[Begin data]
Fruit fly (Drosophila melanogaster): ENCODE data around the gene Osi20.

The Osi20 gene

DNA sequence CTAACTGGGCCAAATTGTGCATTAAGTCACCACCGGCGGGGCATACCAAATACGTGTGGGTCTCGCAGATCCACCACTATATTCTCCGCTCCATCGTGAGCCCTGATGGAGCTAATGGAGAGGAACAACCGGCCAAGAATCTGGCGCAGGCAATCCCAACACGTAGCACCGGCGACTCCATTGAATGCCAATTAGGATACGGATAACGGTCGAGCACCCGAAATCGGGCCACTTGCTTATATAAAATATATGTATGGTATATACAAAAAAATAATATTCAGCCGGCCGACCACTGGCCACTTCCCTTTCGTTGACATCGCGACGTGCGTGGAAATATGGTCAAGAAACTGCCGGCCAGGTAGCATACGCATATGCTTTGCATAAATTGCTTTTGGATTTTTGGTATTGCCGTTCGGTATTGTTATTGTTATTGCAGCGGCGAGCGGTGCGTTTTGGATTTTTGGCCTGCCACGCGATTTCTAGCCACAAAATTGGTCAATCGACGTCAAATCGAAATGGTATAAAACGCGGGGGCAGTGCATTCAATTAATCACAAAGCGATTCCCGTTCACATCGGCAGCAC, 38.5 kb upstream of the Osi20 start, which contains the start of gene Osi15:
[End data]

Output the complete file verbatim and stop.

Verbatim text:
Fruit fly (Drosophila melanogaster): ENCODE data around the gene Osi20.

The Osi20 gene

DNA sequence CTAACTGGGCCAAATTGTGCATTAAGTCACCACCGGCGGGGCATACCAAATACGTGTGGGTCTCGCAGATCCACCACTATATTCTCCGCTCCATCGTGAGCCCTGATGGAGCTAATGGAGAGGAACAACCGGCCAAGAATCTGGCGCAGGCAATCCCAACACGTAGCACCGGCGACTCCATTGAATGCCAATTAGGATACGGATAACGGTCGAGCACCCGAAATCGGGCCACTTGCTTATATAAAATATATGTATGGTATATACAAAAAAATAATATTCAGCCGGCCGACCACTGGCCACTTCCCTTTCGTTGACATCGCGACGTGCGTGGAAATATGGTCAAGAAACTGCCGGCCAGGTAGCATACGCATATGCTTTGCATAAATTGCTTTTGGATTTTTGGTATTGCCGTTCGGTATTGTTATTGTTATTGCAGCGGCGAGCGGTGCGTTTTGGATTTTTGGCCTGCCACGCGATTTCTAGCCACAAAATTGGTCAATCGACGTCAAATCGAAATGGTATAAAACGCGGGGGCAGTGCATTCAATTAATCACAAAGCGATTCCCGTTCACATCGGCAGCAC, 38.5 kb upstream of the Osi20 start, which contains the start of gene Osi15: